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Westworld: Season 3, Episode 3 (The Absence of Field) - Review

Westworld Season 3, Episode 3

Review by Rob Carnevale

IndieLondon Rating: 4 out of 5

WHO is the real Charlotte Hale (Tessa Thompson)? That was the central question posed by the intriguing third episode of Westworld: Season 3.

There were others, of course. Westworld wouldn’t be the show it is if it didn’t leave you questioning just about everything that you witness. But while others stretched to the nature of life itself (and how in control we really are) to the possibility of hosts being able to love more purely than humans, the main mystery surrounding The Absence of Field concerned Hale’s true identity: particularly given that she, herself, was struggling with the answer herself.

The assumption, to this point, had been that Charlotte’s body was now inhabited by an alternate version of Dolores. She had departed Westworld, after all, with control units containing the data of four hosts (including Bernard).

But where the ‘new’ Charlotte had seemed to be a confident mirror of the former, now deceased Delos employee during season three’s first episode, she now seems a shadow of her former self. An early scene between her and Dolores found her afraid and vulnerable, questioning the nature of her existence.

Not only was she struggling to understand how to be Charlotte, but also to remember who she was prior to becoming Charlotte: the host whose identity we’re now dying to know!

As the episode unfolded, Charlotte went on a journey. She learned how to become a mother to an estranged son, even turning protector once it was revealed that he was being groomed by a predator. A scene in which she dealt with the paedophile was very potent. But it also asked subtle questions about the host’s ability to be more than just hosts: but rather capable of flesh and blood feelings and emotions.

This was further underlined in the way that Charlotte gradually came to empathise with a video recording of the late Charlotte recording a poignant farewell message to her son as the massacre at Westworld took place behind her. She understood the nature of loss. And, in doing so, she uncovered a more human side to the ‘human’ Charlotte – something past episodes had not shown.

There is clearly a conflict being developed about the scope of a host’s experience and what they are capable of achieving and/or becoming.

Of similar worth was a second scene between Charlotte and Dolores in a hotel room, during which Dolores sought to reassure the former. There was an unspoken romanticism between them, as well as the hint of something sexual that not only begged questions over the eventual ‘reveal’ of Charlotte’s true identity, but also the relationships that can exist between hosts. There was a gentle beauty to the moment Dolores and Charlotte cuddled each other on the bed: it was sexy without being exploitative and, maybe even maternal.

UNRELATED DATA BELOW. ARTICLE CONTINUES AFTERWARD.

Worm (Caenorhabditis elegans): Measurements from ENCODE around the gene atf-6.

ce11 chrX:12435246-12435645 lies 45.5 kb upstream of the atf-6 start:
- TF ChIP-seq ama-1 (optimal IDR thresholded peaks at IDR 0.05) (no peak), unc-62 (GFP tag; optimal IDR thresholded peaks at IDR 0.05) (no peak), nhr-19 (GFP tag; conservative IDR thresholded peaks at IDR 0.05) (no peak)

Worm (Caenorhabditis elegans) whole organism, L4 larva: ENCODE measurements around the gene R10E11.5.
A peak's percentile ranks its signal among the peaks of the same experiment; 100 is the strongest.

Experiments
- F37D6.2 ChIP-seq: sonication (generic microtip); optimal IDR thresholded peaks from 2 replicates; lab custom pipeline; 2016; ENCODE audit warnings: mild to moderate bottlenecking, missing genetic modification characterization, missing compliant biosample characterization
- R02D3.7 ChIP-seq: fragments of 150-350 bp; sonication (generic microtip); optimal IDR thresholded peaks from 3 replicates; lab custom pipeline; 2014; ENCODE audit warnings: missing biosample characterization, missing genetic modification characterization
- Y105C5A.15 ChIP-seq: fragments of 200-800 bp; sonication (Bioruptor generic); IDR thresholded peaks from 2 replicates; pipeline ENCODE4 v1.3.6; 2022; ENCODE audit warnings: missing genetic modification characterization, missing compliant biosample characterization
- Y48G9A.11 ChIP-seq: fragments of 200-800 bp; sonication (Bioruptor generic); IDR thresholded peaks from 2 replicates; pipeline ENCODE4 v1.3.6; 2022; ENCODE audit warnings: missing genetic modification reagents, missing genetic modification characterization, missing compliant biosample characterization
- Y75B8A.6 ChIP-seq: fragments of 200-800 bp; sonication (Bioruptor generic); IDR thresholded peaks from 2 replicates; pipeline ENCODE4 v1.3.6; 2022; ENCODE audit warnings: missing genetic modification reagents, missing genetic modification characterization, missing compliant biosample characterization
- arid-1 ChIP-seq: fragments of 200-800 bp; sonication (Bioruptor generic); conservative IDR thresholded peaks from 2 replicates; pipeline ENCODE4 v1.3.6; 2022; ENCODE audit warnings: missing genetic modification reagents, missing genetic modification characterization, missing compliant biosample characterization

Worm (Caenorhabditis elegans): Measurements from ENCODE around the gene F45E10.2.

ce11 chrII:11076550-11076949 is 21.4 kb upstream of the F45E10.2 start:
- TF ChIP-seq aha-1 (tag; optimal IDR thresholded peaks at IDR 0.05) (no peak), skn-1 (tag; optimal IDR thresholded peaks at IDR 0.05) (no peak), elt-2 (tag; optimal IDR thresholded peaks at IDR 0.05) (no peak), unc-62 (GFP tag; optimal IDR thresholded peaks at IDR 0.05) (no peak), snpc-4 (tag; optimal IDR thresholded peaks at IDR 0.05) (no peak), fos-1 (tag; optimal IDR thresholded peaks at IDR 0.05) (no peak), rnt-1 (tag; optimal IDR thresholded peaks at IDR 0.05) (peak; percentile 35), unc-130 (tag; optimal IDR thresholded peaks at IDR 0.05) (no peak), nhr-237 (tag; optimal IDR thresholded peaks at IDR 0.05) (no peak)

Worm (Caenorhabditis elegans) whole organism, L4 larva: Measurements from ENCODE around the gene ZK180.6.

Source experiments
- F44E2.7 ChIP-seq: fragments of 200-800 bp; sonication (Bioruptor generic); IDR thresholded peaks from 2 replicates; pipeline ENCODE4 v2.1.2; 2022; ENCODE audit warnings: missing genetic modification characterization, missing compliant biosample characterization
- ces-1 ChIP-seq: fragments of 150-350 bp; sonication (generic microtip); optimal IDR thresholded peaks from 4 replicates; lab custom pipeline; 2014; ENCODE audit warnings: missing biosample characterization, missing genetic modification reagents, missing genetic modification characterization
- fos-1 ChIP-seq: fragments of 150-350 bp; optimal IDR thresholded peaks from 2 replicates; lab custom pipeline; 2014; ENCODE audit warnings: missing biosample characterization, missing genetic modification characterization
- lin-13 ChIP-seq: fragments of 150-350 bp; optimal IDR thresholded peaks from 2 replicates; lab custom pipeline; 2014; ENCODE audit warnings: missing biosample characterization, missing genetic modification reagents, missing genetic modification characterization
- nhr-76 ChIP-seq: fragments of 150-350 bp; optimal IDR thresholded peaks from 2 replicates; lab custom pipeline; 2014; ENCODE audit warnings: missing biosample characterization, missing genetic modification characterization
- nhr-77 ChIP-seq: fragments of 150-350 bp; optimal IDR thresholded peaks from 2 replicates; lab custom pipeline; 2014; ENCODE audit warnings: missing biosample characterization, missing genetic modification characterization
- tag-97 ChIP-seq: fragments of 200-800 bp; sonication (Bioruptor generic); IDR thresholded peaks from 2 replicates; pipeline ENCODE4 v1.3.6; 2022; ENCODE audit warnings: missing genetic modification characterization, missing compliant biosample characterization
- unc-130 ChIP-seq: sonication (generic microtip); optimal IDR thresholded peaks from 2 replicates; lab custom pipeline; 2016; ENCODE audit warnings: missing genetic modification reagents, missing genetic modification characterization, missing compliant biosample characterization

By episode’s end, however, Charlotte was facing a different kind of dilemma, having been revealed as the mole in Delos that had enabled Serac (Vincent Cassel) to take over most of the company. She was his spy, which inadvertently places her on a collision course with Dolores, whom Serac has only recently despatched Maeve (Thandie Newton) to kill.

And so we have another question: just what version of Charlotte will emerge from the confusion within; the Dolores approved version or the Serac-manipulated version? Or will she, perhaps, develop a mind of her own and choose her own destiny?

Elsewhere, the nature of destiny was further explored in the relationship between Dolores and Caleb (Aaron Paul), who finally got to spend some time with her.

Early on, Caleb was abandoned by Dolores. But after being captured and tortured by rogue cops, Dolores rescued Caleb and then primed him to become another ally.

It is here that Dolores gets to explain the true ‘evil’ of the corporation she is seeking to tear down… a corporation that can tell whether you are likely to enter your older years in debt and with a sceptical view of technology. If so, they can deny access to such things as money and work, posing an algorithm that has a certain way of playing out.

In Caleb’s case, he would eventually commit suicide on the very peer that Dolores had brought him to in order to discuss his fate.

And therein lay another question: how much control do we have? Is everything about choice or pre-determined by the choices we make? How much are we in control of technology at this point? Or is technology now beginning to control us?

Dolores knows the answer and wants to change it. And by episode’s end, so does Caleb. He figures he’s dead either way, but at least by siding with Dolores he can decide.

It’s a feature of the third season, so far, that big questions are continually posed while the nature of reality, and whether we can really believe what we’re seeing, is constantly under scrutiny.

And yet, there’s that seductive appeal too. The series looks stunning, never more so than during the futuristic sequences. The new world we’re being invited to explore is rife with possibility as well as deception. There’s a beauty that continually feels false, given the violence that always seems moments away.

We still don’t know whether the answers, if and when they arrive, will be truly satisfying. But so long as the show continues to seduce us visually and psychologically in the way that it has been, we’re more than happy to go along for the ride. There’s nothing on TV quite like Westworld right now.

Read our review of episode 2